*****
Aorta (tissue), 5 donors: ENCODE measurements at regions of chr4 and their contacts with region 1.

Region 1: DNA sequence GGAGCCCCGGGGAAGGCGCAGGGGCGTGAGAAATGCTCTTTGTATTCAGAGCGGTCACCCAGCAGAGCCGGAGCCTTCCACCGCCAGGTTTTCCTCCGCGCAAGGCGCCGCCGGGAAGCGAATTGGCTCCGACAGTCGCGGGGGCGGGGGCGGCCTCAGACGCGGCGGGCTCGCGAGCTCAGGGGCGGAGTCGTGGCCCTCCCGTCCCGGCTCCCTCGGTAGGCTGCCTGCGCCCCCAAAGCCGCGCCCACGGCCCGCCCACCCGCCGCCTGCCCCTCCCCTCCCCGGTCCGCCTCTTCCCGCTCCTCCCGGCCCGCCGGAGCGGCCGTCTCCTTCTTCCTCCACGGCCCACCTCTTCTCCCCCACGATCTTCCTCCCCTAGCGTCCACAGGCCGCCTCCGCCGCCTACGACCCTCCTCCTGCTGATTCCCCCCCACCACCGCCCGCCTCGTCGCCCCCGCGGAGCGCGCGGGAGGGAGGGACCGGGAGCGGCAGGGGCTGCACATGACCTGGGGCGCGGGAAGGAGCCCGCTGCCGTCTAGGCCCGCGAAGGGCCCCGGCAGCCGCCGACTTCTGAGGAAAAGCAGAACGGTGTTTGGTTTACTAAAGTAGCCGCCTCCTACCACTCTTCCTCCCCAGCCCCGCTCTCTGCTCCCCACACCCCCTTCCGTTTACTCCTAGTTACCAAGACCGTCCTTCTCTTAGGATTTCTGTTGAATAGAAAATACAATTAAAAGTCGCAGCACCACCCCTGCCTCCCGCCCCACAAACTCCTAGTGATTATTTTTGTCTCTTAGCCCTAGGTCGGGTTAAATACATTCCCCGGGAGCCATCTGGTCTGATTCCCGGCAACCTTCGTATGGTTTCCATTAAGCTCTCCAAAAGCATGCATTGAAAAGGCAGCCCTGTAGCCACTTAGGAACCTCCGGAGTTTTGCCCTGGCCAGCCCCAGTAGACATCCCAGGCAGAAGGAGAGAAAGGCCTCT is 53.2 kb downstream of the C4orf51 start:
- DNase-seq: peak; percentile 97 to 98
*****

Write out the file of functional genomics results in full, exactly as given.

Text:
Aorta (tissue), 5 donors: ENCODE measurements at regions of chr4 and their contacts with region 1.

Region 1: DNA sequence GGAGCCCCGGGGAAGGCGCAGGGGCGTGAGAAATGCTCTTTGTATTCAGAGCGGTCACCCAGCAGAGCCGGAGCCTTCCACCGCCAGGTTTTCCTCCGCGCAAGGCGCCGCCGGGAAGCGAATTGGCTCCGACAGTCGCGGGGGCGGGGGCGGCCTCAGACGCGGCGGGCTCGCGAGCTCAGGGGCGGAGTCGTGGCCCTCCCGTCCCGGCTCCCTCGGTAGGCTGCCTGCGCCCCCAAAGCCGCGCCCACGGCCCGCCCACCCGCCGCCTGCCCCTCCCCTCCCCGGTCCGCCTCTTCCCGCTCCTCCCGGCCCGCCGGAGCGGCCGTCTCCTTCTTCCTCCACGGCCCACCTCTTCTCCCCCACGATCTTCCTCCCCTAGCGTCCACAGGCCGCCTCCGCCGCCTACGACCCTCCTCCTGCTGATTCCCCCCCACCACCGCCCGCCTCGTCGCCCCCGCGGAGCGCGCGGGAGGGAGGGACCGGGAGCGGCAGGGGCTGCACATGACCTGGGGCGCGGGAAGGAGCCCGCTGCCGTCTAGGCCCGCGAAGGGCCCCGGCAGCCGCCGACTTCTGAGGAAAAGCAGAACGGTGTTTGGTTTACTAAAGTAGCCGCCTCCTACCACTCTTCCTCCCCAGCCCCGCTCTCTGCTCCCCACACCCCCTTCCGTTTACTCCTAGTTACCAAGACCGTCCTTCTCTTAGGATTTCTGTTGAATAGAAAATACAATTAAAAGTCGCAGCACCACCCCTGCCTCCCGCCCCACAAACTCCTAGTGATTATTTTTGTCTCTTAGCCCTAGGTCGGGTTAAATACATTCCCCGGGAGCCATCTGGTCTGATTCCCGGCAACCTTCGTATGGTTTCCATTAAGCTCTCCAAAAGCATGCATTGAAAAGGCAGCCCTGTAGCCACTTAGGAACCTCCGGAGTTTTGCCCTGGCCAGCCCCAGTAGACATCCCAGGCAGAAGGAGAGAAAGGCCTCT is 53.2 kb downstream of the C4orf51 start:
- DNase-seq: peak; percentile 97 to 98